Geico accused of discriminating against low-income drivers
While the Geico gecko has been busy charming us in his commercials, the company has allegedly been discriminating against low-income drivers in California.
Geico is accused of failing to offer policies that offer the minimum amount of coverage legally required to these drivers, which also happen to have the lowest premiums, according to the Consumer Federation of California.
In fact, insurance companies are required by state law to offer good drivers this option.
Geico is actually owned by Berkshire Hathaway (BRKA), which is run by Warren Buffett, a billionaire who often speaks up for the little guy.
An idea that’s been dubbed the “Buffett Rule” is that billionaires like himself should never pay a smaller share of their income in taxes than a middle class family pays. Buffett has also advocated for a higher earned income tax credit, which helps low-income working families.
Related: The rich are 8 times likelier to graduate college than the poor
Insurance companies must offer good drivers plans with the minimum level of coverage OK’d by the state. In California the lowest coverage policy covers up to $15,000 for a single injury in an accident, $30,000 for injury to more than one person, and $5,000 for property damage.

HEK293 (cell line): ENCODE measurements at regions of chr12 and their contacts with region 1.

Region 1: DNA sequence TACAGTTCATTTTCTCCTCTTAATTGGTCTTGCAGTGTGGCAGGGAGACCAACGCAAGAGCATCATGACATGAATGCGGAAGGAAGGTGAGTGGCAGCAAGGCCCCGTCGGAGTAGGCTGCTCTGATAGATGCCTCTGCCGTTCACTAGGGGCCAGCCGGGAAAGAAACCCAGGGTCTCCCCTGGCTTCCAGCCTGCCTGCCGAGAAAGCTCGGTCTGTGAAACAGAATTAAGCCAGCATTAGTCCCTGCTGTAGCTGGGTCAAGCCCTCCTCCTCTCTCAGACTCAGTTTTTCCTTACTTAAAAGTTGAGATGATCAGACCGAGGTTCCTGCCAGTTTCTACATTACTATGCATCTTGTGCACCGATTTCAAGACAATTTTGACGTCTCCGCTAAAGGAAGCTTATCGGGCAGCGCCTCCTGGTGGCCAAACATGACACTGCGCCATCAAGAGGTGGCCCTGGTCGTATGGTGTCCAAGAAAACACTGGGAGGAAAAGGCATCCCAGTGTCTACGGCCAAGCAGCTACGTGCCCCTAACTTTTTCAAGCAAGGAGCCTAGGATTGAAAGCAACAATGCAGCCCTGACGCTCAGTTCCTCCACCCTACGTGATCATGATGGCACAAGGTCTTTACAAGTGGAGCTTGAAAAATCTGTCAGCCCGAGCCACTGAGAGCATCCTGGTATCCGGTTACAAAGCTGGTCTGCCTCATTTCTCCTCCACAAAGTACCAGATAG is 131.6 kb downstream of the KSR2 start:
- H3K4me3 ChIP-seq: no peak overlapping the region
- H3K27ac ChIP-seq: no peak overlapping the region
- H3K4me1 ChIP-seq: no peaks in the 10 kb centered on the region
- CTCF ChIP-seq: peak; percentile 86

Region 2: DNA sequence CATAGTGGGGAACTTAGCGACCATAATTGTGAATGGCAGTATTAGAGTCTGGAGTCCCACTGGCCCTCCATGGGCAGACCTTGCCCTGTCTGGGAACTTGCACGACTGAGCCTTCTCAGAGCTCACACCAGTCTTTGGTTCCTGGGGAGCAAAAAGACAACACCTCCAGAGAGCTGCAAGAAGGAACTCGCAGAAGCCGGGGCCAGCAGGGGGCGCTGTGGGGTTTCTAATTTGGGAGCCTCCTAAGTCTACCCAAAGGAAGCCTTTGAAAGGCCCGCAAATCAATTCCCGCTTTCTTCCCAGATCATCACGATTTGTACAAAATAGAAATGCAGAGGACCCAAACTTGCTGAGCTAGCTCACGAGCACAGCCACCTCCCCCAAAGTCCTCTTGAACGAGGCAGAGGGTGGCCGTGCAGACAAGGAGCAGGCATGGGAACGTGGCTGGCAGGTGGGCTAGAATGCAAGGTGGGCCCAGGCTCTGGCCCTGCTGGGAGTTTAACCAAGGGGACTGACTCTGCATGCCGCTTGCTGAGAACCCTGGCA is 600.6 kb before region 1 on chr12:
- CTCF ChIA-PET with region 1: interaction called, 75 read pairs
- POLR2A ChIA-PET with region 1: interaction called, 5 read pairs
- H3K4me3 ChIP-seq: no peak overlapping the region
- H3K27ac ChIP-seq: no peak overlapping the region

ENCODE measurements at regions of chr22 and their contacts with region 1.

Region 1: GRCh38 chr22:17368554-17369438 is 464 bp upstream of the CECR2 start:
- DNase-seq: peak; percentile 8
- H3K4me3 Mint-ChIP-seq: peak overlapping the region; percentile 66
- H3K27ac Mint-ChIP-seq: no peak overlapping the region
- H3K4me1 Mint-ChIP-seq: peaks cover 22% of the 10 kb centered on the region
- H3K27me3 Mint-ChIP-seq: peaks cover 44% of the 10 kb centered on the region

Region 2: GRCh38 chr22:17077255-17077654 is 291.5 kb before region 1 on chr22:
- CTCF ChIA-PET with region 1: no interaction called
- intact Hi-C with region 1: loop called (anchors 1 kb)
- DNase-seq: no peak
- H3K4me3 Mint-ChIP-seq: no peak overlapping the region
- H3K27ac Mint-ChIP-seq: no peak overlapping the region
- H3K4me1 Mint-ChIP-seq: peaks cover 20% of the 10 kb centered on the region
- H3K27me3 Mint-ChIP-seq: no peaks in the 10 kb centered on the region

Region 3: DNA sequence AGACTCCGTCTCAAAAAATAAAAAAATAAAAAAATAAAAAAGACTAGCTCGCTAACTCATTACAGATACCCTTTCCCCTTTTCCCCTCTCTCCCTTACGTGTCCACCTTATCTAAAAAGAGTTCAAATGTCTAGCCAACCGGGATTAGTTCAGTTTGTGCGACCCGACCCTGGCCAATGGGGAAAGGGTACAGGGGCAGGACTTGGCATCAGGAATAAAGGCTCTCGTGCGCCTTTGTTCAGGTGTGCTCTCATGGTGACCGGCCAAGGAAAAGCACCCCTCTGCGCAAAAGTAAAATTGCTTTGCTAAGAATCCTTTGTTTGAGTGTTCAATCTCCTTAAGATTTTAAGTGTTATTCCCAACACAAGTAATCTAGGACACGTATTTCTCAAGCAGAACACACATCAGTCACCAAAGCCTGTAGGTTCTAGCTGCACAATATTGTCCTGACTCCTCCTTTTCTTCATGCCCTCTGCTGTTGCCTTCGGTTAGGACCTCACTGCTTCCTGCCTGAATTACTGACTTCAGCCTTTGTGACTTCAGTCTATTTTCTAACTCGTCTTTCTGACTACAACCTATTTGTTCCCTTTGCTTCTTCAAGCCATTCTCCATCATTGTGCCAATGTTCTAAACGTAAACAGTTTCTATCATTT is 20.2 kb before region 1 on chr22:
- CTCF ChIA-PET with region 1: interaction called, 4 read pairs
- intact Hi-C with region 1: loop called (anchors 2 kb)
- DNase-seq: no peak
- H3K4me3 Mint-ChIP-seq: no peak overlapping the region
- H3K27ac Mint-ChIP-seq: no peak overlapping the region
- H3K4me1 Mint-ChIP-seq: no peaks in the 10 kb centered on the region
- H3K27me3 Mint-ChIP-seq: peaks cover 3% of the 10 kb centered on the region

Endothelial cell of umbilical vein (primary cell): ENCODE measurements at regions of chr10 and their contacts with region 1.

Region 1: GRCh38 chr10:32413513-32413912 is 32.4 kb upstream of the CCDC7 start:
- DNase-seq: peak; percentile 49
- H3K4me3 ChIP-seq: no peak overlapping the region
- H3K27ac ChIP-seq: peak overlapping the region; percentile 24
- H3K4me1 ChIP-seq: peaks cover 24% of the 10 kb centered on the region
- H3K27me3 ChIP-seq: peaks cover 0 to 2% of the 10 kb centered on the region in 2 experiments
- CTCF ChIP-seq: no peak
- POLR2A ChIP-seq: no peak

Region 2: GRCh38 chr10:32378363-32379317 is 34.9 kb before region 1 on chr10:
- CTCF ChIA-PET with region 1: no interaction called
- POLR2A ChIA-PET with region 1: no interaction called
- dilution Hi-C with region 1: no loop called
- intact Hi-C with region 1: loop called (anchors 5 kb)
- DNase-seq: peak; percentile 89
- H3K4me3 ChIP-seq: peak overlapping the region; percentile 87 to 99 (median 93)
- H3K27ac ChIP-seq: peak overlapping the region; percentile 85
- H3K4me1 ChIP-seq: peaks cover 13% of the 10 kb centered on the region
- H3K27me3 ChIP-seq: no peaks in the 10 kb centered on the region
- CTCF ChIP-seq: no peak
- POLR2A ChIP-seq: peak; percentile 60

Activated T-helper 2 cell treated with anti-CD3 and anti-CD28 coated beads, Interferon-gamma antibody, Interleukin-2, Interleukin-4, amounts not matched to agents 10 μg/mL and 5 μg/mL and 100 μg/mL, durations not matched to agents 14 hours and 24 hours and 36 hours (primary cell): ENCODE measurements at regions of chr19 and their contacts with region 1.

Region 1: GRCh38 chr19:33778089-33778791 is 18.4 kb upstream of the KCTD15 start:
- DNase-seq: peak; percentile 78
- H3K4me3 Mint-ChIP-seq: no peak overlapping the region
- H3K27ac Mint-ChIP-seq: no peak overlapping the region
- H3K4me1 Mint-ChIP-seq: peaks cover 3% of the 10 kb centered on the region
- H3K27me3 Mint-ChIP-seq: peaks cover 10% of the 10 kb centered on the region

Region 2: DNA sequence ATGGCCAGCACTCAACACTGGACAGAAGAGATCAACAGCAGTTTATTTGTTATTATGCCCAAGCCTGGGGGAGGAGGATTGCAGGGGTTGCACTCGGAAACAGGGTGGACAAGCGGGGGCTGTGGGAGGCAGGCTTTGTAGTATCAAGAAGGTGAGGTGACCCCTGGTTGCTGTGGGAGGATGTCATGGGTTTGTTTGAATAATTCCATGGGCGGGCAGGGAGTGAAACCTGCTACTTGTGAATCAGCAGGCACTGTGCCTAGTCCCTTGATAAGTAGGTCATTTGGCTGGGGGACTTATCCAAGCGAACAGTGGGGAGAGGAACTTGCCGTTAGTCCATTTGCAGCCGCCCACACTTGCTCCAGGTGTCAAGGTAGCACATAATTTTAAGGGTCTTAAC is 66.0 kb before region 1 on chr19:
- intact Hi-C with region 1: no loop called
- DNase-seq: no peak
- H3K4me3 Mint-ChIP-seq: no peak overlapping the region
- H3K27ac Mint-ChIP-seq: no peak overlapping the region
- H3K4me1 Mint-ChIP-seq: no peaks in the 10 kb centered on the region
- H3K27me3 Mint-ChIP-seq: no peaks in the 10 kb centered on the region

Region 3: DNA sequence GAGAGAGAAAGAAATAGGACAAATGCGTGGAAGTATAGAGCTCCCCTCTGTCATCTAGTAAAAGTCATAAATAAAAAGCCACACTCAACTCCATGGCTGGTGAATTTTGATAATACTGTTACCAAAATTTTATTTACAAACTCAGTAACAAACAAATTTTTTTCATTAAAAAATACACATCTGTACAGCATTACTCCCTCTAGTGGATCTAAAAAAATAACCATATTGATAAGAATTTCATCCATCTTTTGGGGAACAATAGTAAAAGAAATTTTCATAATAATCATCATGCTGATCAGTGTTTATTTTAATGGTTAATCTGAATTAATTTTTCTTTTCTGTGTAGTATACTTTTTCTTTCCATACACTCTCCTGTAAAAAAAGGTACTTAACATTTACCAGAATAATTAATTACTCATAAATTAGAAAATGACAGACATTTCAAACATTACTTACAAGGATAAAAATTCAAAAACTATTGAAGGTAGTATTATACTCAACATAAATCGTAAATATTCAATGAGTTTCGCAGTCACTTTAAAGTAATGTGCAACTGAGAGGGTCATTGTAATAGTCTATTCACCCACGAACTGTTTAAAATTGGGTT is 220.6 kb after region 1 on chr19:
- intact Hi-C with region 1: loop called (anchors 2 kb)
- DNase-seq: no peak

But the Consumer Federation of California found that this policy was not being offered to some drivers in California who asked for quotes online. It charges that drivers who are single, lack a college degree, are currently uninsured, unemployed or not working an a professional job.
The group contends that it offers these individuals plan with higher limits and higher premiums.
It also claims that Geico still labels this option as a “lowest limit” coverage plan.
A majority of people already choose insurance plans that offer more than the minimum coverage, said Michael Barry at the Insurance Information Institute.
The Consumer Federation of California filed a complaint Thursday with the California Department of Insurance. Geico could not be reached for comment.
CNNMoney (New York) First published February 13, 2015: 3:32 PM ET